Not only did Melanchthon lay the groundwork for subsequent Lutheran dogmatic instruction; his biblical commentaries employed humanist exegesis and provided sermonic and teaching helps for pastors. He led in producing a series of New Testament expositions (early 1520s), the "Wittenberg Commentary" with his own works on the Gospels of Matthew and John, followed by commentaries on Paul's Epistles to the Romans and the Colossians, as well as other biblical books.
At Luther's side Melanchthon helped spread the Reformation, for example in his organization of the Saxon visitation (1527/1528) and the composition of defining documents for Lutheran teaching, the Augsburg Confession (1530), its Apology (1531), and the Treatise on the Power and Primacy of the Pope (1537), later authoring the Saxon Confession (1551). As chief ecclesiastical diplomat of electoral Saxony and other Lutheran governments, he attempted to forge plans for reform based on the Augsburg Confession for the French and English kings. Through correspondence and memoranda on ecclesiastical problems, often composed for his Wittenberg colleagues, he exercised widespread influence. He led Evangelical representatives at the Augsburg Diet of 1530 and in colloquies with Roman Catholics at Hagenau/Worms/Regensburg (1540/1541) and again at Worms in 1557.
After the defeat of the Evangelical Schmalkaldic League by Emperor Charles V in 1547, Melanchthon strove to preserve the integrity of Wittenberg University and to stave off imperial occupation of Saxony. Under his new prince, Elector Maurice, he sought to placate Charles's demands by forging a religious policy, the so-called Leipzig Interim, that reinstituted some medieval practices while seeking to retain Luther's teaching. Melanchthon considered such rites neutral or adiaphora, but some of his best students considered these concessions to the papacy a betrayal of the Reformation. Melanchthon in turn felt betrayed by these students; their criticism embittered him. His former student and colleague, Matthias Flacius, and his "Gnesio-Lutheran" associates, who claimed to be adhering to Luther's teachings, also accused him of synergism and a focus on the law in the Christian life that turned believers back to reliance on good works. His writings show, however, that throughout his life he continued to center his theology on God's justification of sinners on the basis of his gracious favor alone, which created trust in the promise of forgiveness of sin and life through Christ. The hermeneutical guide to his teaching lay in the distinction of God's law (God's expectation for human creatures that condemns them when they sin) from God's gospel (the message of forgiveness in Christ that liberates people from evil for service to God). His functional interpretation of the presence of Christ in the Lord's Supper also elicited the critique of former students.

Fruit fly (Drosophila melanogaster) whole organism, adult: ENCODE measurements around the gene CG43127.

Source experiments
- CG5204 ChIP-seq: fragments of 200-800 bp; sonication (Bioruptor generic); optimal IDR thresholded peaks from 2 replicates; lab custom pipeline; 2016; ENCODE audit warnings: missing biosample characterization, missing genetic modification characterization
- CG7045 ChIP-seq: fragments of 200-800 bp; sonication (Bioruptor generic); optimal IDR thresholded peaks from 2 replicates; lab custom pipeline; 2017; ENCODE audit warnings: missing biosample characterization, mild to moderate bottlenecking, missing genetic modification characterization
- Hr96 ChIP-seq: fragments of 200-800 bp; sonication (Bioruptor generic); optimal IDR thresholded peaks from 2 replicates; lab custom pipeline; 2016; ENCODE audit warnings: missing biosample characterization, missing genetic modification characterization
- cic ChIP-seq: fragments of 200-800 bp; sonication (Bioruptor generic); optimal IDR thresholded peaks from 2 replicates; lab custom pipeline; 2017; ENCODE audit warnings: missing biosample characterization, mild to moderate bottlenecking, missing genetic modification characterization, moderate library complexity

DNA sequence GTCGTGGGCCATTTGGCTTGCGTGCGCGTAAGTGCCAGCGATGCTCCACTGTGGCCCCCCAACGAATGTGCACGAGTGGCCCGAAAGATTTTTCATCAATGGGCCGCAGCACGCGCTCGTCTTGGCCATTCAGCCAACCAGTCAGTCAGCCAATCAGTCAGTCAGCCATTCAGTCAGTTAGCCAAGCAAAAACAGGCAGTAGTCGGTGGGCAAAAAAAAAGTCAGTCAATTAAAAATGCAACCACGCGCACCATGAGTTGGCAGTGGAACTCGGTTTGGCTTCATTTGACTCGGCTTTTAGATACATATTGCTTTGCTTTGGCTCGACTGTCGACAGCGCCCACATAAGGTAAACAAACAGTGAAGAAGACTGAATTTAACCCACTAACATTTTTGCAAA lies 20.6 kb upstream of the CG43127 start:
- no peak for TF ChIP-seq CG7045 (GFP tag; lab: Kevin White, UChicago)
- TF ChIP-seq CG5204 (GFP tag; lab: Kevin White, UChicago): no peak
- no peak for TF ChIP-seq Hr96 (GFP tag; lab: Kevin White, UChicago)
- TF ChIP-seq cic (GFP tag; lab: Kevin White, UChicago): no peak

As the "Preceptor of Germany" his contributions to the intellectual life of Europe continued to determine elements of learning for more than two centuries, and his theology remains influential into the twenty-first century.
(Please see the description for this title below. But firs...)
(The Augsberg Confession By Philip Melancthon)